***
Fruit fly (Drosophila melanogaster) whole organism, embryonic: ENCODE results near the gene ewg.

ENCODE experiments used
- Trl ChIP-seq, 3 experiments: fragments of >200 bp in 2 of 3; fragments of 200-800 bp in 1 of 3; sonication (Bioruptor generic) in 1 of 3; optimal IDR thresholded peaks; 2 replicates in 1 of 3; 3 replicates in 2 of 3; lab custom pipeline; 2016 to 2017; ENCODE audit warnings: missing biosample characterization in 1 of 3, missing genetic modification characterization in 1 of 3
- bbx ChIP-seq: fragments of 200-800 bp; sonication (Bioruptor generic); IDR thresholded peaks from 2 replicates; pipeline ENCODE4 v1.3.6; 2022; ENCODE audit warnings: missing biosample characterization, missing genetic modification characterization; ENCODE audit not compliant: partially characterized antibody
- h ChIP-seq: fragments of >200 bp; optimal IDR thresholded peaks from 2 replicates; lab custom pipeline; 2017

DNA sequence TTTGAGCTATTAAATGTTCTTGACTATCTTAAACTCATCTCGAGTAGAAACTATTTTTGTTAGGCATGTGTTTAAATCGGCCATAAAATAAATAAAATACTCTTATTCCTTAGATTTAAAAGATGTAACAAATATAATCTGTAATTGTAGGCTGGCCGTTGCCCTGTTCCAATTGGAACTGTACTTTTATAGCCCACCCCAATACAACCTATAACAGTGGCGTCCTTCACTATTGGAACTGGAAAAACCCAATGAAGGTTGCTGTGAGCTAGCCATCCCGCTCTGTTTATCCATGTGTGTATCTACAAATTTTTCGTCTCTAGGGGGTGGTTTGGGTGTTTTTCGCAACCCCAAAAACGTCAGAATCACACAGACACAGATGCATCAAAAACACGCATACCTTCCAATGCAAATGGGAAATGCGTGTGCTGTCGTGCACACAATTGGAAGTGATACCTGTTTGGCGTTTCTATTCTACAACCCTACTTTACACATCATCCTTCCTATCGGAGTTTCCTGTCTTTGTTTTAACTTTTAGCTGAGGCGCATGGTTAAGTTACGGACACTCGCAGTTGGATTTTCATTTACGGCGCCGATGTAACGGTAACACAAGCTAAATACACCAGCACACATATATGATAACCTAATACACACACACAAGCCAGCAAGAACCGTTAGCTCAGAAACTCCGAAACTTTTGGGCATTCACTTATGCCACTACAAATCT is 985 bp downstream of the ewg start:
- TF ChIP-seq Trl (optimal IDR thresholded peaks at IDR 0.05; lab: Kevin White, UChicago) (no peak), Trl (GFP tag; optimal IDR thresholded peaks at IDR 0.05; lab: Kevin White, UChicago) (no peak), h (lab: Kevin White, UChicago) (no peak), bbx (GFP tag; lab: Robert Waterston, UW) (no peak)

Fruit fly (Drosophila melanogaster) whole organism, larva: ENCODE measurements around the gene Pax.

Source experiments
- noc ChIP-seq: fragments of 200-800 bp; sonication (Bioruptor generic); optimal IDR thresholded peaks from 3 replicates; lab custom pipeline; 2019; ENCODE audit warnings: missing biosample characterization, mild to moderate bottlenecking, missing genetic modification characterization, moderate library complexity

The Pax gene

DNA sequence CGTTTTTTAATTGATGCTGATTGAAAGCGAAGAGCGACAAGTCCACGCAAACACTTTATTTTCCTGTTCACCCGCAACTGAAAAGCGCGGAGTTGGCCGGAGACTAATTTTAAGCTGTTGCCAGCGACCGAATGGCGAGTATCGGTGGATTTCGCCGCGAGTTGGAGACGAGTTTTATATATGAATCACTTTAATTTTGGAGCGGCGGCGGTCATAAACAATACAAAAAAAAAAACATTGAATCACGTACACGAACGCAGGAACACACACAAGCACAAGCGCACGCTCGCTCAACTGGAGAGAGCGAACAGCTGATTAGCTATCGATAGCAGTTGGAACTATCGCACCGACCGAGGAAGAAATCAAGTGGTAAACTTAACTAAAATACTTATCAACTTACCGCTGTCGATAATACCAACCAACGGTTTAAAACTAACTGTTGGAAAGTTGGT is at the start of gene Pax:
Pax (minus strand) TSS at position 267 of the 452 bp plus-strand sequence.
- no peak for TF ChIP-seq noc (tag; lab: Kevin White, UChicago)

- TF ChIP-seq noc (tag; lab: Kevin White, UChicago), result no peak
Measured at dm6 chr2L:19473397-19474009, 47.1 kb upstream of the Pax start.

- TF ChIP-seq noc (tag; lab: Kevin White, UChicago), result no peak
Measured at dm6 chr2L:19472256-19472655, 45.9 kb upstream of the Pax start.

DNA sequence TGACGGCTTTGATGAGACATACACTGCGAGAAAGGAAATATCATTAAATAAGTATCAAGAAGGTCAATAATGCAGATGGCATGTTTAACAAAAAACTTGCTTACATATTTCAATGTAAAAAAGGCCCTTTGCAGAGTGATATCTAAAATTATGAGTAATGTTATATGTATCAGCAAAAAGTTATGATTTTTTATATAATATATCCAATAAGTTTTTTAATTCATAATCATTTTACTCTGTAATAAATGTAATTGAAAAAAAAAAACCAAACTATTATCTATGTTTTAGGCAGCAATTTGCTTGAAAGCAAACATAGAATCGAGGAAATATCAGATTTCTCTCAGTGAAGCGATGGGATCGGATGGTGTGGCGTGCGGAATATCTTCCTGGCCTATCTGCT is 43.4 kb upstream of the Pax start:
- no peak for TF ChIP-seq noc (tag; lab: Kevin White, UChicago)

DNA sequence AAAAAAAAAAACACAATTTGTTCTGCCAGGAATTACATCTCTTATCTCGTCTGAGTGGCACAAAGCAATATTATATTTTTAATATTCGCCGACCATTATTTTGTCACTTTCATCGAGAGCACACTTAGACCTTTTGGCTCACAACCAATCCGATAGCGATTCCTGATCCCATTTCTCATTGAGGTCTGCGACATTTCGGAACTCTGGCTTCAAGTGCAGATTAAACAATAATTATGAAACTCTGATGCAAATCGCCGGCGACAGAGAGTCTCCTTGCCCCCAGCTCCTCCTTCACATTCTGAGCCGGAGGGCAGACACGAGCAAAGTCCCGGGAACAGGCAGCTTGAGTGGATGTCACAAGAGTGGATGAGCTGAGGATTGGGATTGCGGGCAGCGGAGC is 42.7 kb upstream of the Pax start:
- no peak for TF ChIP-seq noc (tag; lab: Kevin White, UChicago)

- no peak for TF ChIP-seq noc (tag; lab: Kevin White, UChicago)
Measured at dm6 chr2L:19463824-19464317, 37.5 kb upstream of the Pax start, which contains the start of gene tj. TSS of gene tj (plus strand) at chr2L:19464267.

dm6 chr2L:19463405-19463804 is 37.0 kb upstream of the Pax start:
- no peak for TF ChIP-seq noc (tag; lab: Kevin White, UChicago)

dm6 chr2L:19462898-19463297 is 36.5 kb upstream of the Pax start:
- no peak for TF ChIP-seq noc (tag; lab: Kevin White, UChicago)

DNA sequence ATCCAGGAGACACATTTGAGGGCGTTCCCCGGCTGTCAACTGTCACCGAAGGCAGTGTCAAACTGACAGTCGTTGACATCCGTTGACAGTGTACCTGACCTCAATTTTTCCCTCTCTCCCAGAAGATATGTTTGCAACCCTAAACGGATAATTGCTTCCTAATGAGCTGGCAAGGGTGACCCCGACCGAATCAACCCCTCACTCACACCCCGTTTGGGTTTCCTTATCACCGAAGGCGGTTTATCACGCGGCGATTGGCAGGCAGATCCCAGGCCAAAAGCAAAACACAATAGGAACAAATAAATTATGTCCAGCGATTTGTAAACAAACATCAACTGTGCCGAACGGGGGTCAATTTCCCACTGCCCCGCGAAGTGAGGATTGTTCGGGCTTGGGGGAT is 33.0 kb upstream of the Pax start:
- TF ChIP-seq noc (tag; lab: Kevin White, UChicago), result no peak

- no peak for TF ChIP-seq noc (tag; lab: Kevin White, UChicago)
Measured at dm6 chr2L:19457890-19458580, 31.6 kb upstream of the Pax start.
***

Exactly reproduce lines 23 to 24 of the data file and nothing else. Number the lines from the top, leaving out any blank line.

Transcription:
- no peak for TF ChIP-seq noc (tag; lab: Kevin White, UChicago)
Measured at dm6 chr2L:19463824-19464317, 37.5 kb upstream of the Pax start, which contains the start of gene tj. TSS of gene tj (plus strand) at chr2L:19464267.